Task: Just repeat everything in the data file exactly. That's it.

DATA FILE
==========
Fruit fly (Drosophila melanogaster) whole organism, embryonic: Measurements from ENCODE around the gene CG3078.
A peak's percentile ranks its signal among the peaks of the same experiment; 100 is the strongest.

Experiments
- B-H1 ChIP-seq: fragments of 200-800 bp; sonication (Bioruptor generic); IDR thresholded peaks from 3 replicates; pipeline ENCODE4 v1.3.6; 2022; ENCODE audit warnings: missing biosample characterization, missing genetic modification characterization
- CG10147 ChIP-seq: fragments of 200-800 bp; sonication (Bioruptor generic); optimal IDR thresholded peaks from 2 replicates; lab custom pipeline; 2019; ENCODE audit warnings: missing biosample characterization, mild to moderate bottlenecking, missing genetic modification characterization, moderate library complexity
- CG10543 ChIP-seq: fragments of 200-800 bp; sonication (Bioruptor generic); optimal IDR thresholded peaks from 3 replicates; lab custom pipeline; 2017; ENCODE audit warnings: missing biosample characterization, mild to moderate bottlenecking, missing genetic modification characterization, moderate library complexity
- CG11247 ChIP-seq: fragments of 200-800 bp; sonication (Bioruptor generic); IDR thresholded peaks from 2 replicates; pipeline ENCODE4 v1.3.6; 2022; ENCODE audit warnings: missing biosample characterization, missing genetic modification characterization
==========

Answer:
Fruit fly (Drosophila melanogaster) whole organism, embryonic: Measurements from ENCODE around the gene CG3078.
A peak's percentile ranks its signal among the peaks of the same experiment; 100 is the strongest.

Experiments
- B-H1 ChIP-seq: fragments of 200-800 bp; sonication (Bioruptor generic); IDR thresholded peaks from 3 replicates; pipeline ENCODE4 v1.3.6; 2022; ENCODE audit warnings: missing biosample characterization, missing genetic modification characterization
- CG10147 ChIP-seq: fragments of 200-800 bp; sonication (Bioruptor generic); optimal IDR thresholded peaks from 2 replicates; lab custom pipeline; 2019; ENCODE audit warnings: missing biosample characterization, mild to moderate bottlenecking, missing genetic modification characterization, moderate library complexity
- CG10543 ChIP-seq: fragments of 200-800 bp; sonication (Bioruptor generic); optimal IDR thresholded peaks from 3 replicates; lab custom pipeline; 2017; ENCODE audit warnings: missing biosample characterization, mild to moderate bottlenecking, missing genetic modification characterization, moderate library complexity
- CG11247 ChIP-seq: fragments of 200-800 bp; sonication (Bioruptor generic); IDR thresholded peaks from 2 replicates; pipeline ENCODE4 v1.3.6; 2022; ENCODE audit warnings: missing biosample characterization, missing genetic modification characterization